“Abbyasov said that the militants had taken elements of the Koran out of context.” We hear this endlessly; yet when have you ever heard a Muslim explain the proper context that renders the Qur’an’s violent verses benign? The most they say in the West is that these verses apply to long bygone days — a manifestly inadequate explanation, since it contradicts the express teachings of Muslim scholars beginning with Muhammad’s first biographer, Ibn Ishaq, who argue that the violent verses actually supersede and take precedence over the peaceful ones.
Abbyasov also “recalled that a group of over 120 Muslim scholars had released an open letter to IS militants and followers recently.” Indeed. It was a skillful piece, but ultimately deceptive, not dealing with the real justifications Islamic jihadists use to make recruits among peaceful Muslims — as I explained here and here.
So essentially Abbyasov is, like so many other Muslim spokesmen, demanding that non-Muslims not note the Islamic character of the Islamic State — which will make it all the harder to counter it. He is not saying anything that will actually make any Muslims who support the Islamic State change their minds.
“Don’t Refer To IS As ‘Islamic,’ Urges Russian Council Of Muftis,” by Joanna Paraszczuk, Radio Free Europe/Radio Liberty, March 3, 2015:
The international community should not use the word “Islamic” when referring to the militant group Islamic State, according to the first deputy chairman of the Council of Muftis of Russia, Rushan Abbyasov.
Abbyasov said that leaders of the Council of Muftis of Russia had joined representatives of several Arab countries in calling for the use of the word “Islamic” to be dropped when referring to IS in the media and elsewhere in public discourse.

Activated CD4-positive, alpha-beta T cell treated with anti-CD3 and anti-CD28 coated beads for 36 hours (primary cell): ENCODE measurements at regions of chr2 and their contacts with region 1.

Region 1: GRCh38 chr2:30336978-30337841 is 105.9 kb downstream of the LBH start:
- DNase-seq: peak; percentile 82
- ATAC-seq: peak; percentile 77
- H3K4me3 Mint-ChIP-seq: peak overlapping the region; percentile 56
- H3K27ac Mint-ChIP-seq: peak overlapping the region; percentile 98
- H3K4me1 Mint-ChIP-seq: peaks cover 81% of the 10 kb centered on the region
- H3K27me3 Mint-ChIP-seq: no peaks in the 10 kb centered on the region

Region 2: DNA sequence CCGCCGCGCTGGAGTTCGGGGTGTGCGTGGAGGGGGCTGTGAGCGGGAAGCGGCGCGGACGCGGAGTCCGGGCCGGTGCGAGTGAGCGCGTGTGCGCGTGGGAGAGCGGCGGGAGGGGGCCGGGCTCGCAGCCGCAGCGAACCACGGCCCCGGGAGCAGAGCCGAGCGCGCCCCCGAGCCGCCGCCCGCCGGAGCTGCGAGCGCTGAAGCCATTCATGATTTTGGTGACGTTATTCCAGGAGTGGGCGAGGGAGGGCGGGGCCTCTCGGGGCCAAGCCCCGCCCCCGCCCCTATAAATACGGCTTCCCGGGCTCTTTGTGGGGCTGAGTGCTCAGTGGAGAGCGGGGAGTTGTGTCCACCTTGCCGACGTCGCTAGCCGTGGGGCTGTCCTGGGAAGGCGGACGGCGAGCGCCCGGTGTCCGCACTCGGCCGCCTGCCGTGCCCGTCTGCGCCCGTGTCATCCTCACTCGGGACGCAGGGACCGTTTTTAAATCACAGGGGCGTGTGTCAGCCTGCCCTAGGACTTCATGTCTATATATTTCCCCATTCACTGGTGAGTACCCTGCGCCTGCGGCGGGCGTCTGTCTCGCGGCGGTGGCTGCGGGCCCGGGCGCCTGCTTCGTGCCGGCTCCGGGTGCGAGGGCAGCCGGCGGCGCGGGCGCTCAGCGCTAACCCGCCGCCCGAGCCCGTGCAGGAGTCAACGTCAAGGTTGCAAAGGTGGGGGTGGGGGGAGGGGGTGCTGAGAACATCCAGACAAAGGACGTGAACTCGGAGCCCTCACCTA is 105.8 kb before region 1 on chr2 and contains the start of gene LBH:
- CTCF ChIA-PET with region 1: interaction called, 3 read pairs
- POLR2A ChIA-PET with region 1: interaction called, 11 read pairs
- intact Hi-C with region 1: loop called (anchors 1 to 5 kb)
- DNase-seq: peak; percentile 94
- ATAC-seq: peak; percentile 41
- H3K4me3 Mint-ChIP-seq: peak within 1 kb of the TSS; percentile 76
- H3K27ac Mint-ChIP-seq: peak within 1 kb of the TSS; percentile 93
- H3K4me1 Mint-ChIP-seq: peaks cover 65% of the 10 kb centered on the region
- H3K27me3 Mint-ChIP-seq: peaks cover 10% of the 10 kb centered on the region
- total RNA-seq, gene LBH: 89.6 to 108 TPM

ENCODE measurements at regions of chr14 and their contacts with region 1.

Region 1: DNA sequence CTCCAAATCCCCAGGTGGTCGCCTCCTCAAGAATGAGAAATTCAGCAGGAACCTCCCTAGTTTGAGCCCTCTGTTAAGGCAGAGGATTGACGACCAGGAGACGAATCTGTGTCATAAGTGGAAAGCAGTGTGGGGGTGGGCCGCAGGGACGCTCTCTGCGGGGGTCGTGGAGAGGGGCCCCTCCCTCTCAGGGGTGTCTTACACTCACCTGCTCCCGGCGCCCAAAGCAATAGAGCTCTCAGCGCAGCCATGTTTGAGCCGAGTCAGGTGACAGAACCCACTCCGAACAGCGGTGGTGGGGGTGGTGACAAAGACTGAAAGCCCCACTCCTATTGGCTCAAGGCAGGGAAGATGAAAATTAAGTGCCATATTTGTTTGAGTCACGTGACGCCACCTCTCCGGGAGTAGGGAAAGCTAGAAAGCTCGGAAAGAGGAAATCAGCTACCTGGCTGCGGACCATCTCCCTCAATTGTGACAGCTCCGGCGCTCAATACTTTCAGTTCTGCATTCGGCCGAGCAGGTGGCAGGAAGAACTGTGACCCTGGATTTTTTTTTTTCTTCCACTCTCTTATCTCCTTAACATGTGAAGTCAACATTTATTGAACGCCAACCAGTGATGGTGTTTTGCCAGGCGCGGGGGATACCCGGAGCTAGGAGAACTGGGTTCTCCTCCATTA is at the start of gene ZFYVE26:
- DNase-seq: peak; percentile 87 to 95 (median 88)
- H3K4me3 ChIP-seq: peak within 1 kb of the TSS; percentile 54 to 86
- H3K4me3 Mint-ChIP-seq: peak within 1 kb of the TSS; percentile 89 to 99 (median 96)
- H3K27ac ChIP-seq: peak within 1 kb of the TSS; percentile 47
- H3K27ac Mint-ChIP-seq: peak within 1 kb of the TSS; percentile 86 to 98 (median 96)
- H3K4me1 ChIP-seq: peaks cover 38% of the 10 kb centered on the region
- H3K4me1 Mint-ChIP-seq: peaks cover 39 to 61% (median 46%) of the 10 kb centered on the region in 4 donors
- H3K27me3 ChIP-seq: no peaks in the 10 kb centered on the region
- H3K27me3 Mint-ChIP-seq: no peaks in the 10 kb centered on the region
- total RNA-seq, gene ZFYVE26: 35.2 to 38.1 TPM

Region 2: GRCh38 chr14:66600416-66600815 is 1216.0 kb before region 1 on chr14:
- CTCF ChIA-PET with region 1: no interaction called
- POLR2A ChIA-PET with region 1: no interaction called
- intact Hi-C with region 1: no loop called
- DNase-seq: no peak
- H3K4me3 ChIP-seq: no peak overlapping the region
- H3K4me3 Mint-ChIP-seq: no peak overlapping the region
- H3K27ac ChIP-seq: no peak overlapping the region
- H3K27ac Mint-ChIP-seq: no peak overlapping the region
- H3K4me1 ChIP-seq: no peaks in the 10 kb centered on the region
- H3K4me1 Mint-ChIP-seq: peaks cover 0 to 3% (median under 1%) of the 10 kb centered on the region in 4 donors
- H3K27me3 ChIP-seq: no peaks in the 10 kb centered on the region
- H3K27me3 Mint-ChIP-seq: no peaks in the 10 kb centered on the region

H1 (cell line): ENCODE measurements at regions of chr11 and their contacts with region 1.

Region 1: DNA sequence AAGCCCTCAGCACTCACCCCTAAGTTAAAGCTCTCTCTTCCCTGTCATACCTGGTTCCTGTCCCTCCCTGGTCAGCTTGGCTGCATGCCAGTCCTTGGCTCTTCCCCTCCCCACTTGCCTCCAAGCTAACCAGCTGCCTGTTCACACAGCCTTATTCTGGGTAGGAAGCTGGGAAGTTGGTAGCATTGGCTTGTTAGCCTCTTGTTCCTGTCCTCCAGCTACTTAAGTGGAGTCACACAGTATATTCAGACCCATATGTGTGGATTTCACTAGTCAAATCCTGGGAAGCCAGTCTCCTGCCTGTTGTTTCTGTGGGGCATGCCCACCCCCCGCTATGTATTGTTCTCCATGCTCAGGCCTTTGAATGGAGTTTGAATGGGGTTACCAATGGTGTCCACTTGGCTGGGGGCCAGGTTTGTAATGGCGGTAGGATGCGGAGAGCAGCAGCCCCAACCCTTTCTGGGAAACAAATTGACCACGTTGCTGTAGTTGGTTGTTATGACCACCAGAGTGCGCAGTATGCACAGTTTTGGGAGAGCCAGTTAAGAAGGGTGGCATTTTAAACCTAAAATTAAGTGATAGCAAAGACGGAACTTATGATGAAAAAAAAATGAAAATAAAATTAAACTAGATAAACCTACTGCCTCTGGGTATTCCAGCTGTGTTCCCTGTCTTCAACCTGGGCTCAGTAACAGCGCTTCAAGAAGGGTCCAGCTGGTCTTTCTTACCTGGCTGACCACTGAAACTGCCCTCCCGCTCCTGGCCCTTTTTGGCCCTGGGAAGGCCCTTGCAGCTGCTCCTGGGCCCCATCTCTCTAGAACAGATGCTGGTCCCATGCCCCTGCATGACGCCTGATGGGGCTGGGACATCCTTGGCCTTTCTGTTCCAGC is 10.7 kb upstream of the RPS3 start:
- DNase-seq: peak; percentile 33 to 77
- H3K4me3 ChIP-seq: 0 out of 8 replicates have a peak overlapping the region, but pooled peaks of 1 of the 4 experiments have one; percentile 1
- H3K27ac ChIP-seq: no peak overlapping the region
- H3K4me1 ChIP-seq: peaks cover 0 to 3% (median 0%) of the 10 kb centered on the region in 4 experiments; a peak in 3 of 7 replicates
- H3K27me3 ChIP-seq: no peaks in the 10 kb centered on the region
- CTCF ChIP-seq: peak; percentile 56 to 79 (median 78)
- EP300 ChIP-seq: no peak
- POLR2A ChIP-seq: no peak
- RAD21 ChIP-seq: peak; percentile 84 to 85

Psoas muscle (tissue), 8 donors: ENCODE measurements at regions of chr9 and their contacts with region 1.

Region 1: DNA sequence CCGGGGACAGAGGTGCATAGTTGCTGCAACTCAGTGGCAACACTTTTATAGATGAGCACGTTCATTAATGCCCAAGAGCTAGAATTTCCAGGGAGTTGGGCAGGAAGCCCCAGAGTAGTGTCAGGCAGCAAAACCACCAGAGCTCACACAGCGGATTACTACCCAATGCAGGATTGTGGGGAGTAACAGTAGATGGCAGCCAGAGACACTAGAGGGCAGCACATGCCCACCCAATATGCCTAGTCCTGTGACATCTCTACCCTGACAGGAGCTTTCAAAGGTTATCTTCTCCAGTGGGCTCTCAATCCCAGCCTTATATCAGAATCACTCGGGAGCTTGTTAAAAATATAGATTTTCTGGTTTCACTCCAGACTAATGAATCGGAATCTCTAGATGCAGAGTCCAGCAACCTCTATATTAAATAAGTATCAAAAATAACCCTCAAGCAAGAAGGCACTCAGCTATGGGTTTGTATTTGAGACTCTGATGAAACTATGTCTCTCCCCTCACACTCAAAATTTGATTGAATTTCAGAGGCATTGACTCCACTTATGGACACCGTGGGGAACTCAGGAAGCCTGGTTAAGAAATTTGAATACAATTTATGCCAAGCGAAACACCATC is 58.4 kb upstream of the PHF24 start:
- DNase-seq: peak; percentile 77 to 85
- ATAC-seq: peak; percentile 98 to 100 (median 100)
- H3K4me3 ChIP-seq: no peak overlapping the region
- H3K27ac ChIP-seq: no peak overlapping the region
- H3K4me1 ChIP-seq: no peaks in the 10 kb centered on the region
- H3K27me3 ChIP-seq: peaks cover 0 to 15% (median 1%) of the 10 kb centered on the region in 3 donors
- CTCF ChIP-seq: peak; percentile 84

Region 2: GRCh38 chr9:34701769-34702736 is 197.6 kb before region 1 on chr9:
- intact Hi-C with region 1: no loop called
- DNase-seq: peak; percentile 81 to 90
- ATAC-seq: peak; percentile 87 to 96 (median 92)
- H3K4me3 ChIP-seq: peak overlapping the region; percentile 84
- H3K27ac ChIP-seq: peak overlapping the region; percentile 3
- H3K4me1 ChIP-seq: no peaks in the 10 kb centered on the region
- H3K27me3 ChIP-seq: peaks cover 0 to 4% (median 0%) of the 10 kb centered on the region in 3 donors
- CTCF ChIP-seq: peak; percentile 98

Abbyasov made his comments in a live interview with Russia’s Vesti FM radio station ahead of a meeting in Moscow with diplomatic representatives of Yemen, Iraq, Palestine, Kuwait, Algeria, Jordan, and Sudan, pro-Moscow Russian news site RIA Novosti reported on March 3.
“We have arrived at this idea, that today we can try to neutralize these groups ideologically. At the minimum, we should remove the prefix ‘Islamic’ [from Islamic State],” Abbyasov was quoted as saying.
The Russian Council of Muftis deputy chairman said that the media and others should refer to thIS “just as [the militants] are positioning themselves — as terrorists, bandits, and radicals, but we should try to remove the prefix [of “Islamic”] that they have given themselves and which they are trying to play with,” Abbyasov told Vesti FM.
Abbyasov said he believed that dropping the term “Islamic” from the name of the militant group would have a significant impact.
“If the international community would not call them ‘Islamic’ then believe me, they can be destroyed ideologically,” he said.
Abbyasov recalled that a group of over 120 Muslim scholars had released an open letter to IS militants and followers recently.
The letter declared that the militant group’s ideology was “completely contrary to the essence of Islam,” Abbyasov said.
The letter, released in September 2014, used Koranic sources to refute the militants’ ideology.
Abbyasov said that the militants had taken elements of the Koran out of context.
“You can pull out any [Koran] quote out of context. To deal with the Koran, you don’t only need knowledge of Arabic, but of the many sciences that make it possible to reveal the full meaning of the verses and all the meanings that are inherent in the Holy Koran,” he concluded.
Abbyasov’s comments come amid increasing concerns in Russia about the threat posed by IS to the country’s security. Russia is not only concerned that Russian nationals who fight in Syria could return and commit terrorist acts on Russian soil, but also that the group’s ideology could prove a pervasive source of radicalization for Russian Muslims or Muslim foreign laborers from Central Asian countries.
Recent attempts to combat the threats Russia believes are posed by IS include a December 2014 ruling by the Supreme Court that deemed IS a terrorist group. Russia’s Federal Security Service (FSB) included the IS group on a “unified list” of 22 terrorist groups published on its website last week.